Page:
There's a delicious irony in all this. Motorcycle buyers demand all the bells and whistles, particularly on sportbikes. And they complain bitterly if their new mount lacks anything that might be on Nicky's or Troy's factory-backed racer--especially in terms of chassis and suspension adjustability. And yet we get letters all the time suggesting that the myriad suspension adjustments are unclear at best and purely baffling at worst.As we continue our "How It Works" journey through a bike's suspension, let's step aside for a moment and talk about the adjusters--what they do (and don't do), how to set them and how to go about making changes intelligently.
Most sportbike makers understand that many riders find adjusting the suspension daunting and have taken two big steps to help out. One, the baseline settings outlined in the owners' manual are truly a good place to start. If you've just bought your bike or have lent it to a tinkering-minded friend, take a moment to reset all the adjusters to the factory "zero" settings before you do anything else.
Two, there's seldom enough range of adjustment to wholly screw up the motorcycle. Yes, it'll feel weird with the adjusters set wrong, but the bike won't be dangerous.
Some terminology, then. First of all, it's damping, not dampening; if you hear a suspension modifier say dampening, you should politely excuse yourself and make haste in the opposite direction. There are two main terms used to describe damping: compression and rebound. Compression damping assists the spring in resisting bumps and loads placed on the motorcycle, which is manifested in upward wheel motion. This kind of damping does not add spring rate or make the bike carry a bigger load; it merely changes the rate at which the wheel is allowed to travel upward relative to the chassis. Rebound is the opposite. After the wheel has hit a bump, the spring tries to force the suspension and wheel back toward the ground. As you might guess, rebound damping controls the rate at which the wheel is allowed to extend.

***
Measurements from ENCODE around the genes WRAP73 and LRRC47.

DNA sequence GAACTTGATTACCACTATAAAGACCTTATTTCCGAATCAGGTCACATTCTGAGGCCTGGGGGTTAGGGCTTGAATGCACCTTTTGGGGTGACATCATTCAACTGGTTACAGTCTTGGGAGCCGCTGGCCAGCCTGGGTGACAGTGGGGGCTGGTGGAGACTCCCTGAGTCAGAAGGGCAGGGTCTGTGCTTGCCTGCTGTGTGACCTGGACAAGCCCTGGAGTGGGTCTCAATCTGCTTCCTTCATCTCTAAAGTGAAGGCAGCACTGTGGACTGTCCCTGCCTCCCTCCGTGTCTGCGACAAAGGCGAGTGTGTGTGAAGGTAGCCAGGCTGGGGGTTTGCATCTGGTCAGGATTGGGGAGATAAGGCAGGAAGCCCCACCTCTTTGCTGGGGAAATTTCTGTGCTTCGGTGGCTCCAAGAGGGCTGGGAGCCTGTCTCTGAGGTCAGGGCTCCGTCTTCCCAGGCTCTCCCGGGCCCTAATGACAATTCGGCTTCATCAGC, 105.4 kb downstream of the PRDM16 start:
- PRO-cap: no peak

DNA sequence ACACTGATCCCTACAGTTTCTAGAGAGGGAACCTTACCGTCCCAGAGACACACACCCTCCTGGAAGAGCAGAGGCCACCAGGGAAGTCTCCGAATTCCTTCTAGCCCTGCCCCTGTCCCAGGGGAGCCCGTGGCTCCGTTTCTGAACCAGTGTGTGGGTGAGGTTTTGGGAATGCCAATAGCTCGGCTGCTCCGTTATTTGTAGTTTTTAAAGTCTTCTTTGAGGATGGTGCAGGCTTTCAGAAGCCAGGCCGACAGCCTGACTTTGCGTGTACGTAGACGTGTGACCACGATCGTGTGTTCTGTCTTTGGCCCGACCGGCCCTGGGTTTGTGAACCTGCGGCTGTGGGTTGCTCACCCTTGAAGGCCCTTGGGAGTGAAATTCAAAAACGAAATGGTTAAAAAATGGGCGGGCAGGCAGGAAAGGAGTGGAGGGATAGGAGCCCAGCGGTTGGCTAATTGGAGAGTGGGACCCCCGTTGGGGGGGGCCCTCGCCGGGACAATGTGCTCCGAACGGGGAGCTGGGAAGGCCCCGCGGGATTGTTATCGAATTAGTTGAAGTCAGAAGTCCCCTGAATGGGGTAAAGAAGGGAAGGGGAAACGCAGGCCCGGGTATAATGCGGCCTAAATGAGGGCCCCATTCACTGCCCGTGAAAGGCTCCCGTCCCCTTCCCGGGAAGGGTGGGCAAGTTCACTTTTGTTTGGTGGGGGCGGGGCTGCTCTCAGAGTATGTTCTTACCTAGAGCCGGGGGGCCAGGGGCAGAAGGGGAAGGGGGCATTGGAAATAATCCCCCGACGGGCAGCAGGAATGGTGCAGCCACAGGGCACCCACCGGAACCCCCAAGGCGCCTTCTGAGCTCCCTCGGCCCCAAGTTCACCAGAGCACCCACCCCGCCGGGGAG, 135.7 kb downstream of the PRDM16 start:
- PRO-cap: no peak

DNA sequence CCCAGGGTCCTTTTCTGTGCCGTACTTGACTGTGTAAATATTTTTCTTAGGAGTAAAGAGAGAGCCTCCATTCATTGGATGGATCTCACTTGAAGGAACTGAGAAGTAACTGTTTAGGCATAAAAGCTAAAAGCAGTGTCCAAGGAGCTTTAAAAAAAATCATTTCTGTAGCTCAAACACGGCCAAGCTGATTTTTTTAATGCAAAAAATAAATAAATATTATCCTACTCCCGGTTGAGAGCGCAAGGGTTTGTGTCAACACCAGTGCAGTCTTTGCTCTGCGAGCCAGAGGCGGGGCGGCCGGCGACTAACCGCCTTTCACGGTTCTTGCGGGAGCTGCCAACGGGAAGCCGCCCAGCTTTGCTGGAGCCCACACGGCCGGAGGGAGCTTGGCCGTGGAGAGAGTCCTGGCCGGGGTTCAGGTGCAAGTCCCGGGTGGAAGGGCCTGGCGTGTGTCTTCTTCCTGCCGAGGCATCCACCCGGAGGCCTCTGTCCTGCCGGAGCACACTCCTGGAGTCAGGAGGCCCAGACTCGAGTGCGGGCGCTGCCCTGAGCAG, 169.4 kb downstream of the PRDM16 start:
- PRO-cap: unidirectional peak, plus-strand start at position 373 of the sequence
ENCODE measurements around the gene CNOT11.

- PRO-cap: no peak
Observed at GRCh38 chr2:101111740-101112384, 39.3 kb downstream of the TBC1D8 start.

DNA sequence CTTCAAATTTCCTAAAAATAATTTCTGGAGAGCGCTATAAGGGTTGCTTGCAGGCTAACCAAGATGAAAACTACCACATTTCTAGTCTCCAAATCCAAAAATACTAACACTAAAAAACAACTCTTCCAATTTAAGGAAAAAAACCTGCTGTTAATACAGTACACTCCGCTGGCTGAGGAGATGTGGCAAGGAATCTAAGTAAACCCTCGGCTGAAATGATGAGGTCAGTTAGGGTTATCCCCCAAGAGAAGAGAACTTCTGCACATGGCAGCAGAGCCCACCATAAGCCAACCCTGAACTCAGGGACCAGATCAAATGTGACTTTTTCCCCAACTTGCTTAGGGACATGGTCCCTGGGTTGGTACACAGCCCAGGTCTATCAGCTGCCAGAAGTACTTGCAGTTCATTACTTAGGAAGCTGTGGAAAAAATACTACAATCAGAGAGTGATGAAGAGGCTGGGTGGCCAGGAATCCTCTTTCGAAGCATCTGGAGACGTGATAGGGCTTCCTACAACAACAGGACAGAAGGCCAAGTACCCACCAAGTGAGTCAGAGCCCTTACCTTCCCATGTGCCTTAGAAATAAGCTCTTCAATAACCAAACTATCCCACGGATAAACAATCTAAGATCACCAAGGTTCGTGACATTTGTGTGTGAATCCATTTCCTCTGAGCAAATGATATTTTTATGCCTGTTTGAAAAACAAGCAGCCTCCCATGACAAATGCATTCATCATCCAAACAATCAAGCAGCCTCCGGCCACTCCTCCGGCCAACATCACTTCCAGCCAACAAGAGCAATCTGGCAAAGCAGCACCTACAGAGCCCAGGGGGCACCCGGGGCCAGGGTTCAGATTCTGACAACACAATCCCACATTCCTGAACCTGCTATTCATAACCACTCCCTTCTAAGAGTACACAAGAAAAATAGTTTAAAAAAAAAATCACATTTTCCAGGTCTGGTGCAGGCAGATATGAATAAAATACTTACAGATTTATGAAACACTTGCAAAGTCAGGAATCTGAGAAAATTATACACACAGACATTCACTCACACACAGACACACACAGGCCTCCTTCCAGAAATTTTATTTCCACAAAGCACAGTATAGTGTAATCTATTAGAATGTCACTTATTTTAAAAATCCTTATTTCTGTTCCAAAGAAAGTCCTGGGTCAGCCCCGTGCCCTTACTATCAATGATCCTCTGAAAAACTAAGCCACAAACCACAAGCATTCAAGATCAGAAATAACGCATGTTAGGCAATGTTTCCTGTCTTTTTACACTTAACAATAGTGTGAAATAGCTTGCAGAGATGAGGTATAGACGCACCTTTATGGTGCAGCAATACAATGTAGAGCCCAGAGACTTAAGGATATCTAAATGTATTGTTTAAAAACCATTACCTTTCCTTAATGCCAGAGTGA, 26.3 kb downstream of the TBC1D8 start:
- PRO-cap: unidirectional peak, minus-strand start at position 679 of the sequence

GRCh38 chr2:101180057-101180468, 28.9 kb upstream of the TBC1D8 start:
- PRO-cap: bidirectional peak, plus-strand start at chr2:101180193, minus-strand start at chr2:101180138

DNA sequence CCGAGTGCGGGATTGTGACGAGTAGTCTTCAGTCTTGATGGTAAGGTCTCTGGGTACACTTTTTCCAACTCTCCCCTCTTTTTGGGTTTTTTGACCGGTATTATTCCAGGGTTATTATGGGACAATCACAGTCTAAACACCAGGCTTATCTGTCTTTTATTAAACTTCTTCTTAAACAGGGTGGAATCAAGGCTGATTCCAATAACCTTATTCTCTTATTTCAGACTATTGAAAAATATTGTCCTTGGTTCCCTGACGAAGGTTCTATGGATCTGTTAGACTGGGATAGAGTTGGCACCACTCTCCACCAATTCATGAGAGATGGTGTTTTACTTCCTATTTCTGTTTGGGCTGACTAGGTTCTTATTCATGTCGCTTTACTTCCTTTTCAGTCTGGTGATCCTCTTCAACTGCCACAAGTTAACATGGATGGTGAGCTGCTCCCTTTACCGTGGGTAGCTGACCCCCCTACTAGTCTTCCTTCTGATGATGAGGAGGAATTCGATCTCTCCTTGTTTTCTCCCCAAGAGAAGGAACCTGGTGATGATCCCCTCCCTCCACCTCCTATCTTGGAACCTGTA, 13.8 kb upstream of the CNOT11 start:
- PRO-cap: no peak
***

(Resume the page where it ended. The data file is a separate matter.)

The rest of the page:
Bumps come in all shapes and sizes, so the suspension needs different damping rates at different times. When you twiddle an adjuster, you are controlling only the low-speed damping--that is, the control exerted inside the shock or fork over large, rolling kinds of bumps, or during braking and acceleration. Except for a few high-end shocks, you do not have any control over high-speed damping, which comes into play when the tires ride over closely spaced, rippled bumps. Remember, it's the speed of the suspension component we're talking about here, not the velocity the bike is traveling over the ground.
You've heard of the scientific method, right? It merely says that accurate testing requires minimizing the variables and keeping track of what you've done. This is why you should make one change at a time, to one end of the bike at a time. It's fairly common for a shock problem to make the fork seem to act oddly, and you don't want to be fooling yourself by changing both the shock and fork settings at the same time. Make one change, ride, take notes, make another change, ride, and so on...until the bike begins to feel odd or the ride deteriorates sufficiently to affect traction.